But that's essentially it. Polls over the last several days have shown just about every other race drifting away from the GOP to varying degrees. Even the House of Ras got in on the theme, showing two previously endangered Democrats (Sherrod Brown of Ohio and Bill Nelson of Florida) staked to leads in the high single digits.

Today's polls have to be particularly upsetting for the GOP, because in the past month, it really became baked-in conventional wisdom that the Republicans would seize the open seat in Wisconsin and hang onto their most vulnerable incumbent in Massachusetts. Polls had seemed to settle into a predictable range in both races, giving both Tommy Thompson and Scott Brown smallish-but-consistent leads. Thus, a pair of public polls showing Massachusetts Democrat Elizabeth Warren out in front, to say nothing of the two private polls showing that Tammy Baldwin had pulled back ahead in Wisconsin, came as a legitimate surprise. Then, the Democratic campaign of Joe Donnelly in red-leaning Indiana released their own internal polling giving them a lead. That poll, coupled with renewed spending in the Hoosier State by both partisan Senate committees, reminds us that the Democrats have a very legit pickup shot in a state where a competitive Senate battle this cycle seemed improbable at the start of this year.

The cherry on top? How deep in the hole is your campaign when you are compelled to start releasing internal polls in a purported tossup race showing your own candidate down five points? Such was the fate of Heather Wilson (R-NM), whose campaign dumped the poll today along with an explanation that their candidate has a history of charging from behind to earn victories in the past. We'll see about that, but it is hard to concoct a sizable list of races where candidates released internal polls showing them losing, and then went on to big victory in November.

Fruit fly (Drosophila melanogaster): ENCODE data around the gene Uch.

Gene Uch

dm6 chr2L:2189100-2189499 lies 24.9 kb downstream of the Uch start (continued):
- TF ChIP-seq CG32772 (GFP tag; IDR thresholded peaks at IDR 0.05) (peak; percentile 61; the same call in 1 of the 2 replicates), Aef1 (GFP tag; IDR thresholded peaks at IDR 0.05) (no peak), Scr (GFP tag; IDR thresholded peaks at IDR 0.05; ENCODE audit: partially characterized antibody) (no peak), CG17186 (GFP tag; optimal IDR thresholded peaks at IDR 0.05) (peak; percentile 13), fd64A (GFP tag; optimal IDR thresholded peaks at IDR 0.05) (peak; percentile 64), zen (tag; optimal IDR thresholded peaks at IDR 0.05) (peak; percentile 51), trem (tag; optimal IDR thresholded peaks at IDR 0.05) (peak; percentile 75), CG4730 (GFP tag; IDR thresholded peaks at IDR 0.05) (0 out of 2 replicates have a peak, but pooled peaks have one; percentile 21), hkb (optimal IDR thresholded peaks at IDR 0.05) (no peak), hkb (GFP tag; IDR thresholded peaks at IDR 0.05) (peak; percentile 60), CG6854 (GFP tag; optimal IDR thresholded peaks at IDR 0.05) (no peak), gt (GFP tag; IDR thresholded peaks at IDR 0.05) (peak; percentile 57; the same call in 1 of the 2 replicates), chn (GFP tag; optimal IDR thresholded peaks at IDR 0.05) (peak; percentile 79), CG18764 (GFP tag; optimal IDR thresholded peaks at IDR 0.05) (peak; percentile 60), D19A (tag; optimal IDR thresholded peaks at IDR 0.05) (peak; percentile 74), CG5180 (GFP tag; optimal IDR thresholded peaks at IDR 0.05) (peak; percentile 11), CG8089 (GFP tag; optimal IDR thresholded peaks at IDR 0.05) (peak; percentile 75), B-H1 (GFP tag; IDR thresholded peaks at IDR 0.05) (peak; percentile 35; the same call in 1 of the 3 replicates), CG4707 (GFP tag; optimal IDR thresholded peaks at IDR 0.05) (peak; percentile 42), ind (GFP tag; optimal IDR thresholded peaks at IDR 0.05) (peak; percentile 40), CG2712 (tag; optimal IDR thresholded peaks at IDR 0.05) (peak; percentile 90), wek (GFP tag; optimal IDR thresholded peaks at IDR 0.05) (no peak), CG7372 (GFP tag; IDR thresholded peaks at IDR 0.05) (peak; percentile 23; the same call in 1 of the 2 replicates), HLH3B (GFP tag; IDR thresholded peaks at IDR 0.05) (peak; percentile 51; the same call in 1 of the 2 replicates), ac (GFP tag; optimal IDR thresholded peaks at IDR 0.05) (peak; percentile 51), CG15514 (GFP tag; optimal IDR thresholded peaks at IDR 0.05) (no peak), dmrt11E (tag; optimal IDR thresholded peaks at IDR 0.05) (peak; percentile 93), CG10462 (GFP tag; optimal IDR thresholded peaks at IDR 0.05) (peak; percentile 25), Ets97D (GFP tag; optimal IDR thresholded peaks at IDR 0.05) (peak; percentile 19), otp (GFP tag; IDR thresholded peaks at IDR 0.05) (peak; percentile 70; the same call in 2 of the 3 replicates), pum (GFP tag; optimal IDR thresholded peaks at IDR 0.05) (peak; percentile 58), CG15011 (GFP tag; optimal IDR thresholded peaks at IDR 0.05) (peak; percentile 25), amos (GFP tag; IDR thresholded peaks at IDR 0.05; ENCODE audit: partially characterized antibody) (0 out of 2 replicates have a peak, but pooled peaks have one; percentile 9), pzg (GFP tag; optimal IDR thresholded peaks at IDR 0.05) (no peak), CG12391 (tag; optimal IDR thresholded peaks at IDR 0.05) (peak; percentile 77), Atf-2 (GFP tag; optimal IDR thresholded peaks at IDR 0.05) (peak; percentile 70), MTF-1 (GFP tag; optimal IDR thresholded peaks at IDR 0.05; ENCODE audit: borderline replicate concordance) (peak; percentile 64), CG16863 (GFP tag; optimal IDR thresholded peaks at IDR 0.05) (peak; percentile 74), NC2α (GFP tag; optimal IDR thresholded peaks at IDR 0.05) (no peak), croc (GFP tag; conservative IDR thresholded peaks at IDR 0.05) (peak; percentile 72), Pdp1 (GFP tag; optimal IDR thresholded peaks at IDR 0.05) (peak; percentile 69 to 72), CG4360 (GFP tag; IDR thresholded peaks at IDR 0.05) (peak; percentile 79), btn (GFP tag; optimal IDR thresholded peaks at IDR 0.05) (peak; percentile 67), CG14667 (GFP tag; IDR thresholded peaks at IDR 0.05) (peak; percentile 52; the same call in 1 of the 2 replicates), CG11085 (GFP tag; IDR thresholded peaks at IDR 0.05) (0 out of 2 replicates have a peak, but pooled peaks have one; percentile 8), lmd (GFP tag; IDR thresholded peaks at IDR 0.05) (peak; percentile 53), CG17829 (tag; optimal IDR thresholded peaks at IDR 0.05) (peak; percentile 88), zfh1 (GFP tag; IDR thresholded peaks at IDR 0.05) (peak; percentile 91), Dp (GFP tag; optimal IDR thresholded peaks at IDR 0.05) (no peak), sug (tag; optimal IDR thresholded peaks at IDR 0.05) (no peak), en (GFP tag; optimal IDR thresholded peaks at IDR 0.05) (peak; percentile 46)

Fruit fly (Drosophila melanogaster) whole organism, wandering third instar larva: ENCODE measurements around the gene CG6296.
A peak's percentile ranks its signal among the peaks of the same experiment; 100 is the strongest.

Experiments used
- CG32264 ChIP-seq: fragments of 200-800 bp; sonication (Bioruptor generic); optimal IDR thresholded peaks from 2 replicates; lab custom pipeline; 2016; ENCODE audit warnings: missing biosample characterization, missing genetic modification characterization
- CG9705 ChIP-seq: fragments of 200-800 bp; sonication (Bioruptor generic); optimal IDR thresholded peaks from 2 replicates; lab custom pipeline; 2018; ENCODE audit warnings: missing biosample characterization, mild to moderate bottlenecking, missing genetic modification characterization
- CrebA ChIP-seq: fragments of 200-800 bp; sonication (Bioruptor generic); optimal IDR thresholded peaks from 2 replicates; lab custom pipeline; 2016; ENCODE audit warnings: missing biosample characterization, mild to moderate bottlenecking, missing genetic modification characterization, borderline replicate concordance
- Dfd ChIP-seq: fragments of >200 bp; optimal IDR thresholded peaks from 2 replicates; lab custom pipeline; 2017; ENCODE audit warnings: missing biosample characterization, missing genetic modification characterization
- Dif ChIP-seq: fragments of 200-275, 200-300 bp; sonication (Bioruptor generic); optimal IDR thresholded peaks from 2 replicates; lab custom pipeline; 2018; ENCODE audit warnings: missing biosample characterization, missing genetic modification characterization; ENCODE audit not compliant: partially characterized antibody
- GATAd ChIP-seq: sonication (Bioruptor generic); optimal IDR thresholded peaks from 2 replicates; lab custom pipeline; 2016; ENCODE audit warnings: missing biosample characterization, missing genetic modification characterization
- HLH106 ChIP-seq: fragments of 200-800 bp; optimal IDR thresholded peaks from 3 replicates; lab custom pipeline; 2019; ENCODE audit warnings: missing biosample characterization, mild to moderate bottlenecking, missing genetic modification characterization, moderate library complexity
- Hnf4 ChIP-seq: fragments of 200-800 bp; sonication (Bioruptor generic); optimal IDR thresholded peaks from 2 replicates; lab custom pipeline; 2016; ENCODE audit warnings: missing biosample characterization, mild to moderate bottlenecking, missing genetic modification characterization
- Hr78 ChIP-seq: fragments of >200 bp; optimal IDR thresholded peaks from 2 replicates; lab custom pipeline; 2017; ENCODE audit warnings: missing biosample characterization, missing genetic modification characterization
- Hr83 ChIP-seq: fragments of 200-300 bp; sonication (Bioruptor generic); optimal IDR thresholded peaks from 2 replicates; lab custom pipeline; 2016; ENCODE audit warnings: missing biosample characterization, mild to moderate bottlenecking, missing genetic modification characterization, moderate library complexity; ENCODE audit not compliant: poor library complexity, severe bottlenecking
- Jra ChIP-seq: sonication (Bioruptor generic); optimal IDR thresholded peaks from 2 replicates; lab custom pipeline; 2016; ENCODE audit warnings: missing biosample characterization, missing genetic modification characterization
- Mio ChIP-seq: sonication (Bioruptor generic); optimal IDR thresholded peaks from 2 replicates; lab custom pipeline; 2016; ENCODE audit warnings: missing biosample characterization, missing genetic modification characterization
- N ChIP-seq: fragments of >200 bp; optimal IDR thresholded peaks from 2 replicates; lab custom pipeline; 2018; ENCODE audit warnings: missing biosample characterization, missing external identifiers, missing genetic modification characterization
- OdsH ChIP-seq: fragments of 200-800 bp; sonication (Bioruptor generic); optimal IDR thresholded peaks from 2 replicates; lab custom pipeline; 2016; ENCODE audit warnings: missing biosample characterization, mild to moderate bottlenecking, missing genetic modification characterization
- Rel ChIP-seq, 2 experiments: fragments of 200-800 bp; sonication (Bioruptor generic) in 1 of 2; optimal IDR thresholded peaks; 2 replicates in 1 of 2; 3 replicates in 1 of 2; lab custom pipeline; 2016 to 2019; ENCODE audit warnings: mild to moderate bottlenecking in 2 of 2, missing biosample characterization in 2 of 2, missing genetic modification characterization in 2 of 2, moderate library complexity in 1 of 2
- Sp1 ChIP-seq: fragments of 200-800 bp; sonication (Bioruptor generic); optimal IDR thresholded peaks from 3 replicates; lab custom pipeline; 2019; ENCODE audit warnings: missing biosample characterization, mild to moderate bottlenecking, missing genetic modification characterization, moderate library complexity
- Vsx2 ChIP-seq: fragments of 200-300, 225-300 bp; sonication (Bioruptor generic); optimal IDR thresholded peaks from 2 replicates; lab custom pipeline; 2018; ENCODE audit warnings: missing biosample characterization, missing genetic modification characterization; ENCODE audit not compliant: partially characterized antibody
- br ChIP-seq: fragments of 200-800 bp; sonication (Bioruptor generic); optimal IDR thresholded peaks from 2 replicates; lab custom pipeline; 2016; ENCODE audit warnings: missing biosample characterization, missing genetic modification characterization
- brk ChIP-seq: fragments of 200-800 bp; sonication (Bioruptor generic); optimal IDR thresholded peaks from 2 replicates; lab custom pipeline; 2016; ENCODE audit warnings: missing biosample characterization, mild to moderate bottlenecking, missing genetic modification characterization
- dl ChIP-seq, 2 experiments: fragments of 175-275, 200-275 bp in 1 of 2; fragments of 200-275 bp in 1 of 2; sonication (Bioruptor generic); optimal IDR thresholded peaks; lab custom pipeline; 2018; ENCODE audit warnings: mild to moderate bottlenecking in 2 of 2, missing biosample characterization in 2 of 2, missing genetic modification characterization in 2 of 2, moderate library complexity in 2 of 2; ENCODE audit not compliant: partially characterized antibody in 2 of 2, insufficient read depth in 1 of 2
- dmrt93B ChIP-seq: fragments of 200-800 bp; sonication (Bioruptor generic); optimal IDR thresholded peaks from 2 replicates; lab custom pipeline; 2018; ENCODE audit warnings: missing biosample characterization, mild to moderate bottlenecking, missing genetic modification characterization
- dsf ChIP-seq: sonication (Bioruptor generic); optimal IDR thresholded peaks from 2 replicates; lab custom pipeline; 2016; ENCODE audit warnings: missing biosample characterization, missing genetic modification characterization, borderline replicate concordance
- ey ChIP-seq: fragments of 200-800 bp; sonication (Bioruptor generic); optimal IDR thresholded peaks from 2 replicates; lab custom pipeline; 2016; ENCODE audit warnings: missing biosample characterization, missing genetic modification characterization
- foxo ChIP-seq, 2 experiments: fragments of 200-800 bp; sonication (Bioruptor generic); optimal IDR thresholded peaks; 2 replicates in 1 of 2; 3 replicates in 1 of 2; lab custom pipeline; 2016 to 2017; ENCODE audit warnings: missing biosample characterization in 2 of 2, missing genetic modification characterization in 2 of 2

Now, no one gets elected in September. And, as Julie Sobel of the Hotline claimed this afternoon, the internal polls in Massachusetts may well be less optimistic than the public polls we've seen over the last two nights. But the GOP has a real trajectory problem right now, in that too many of the races they saw as pivotal in their path to 51 seats seem to be going the other direction. Whether that trajectory holds until November is another matter entirely, of course.

In other polling news...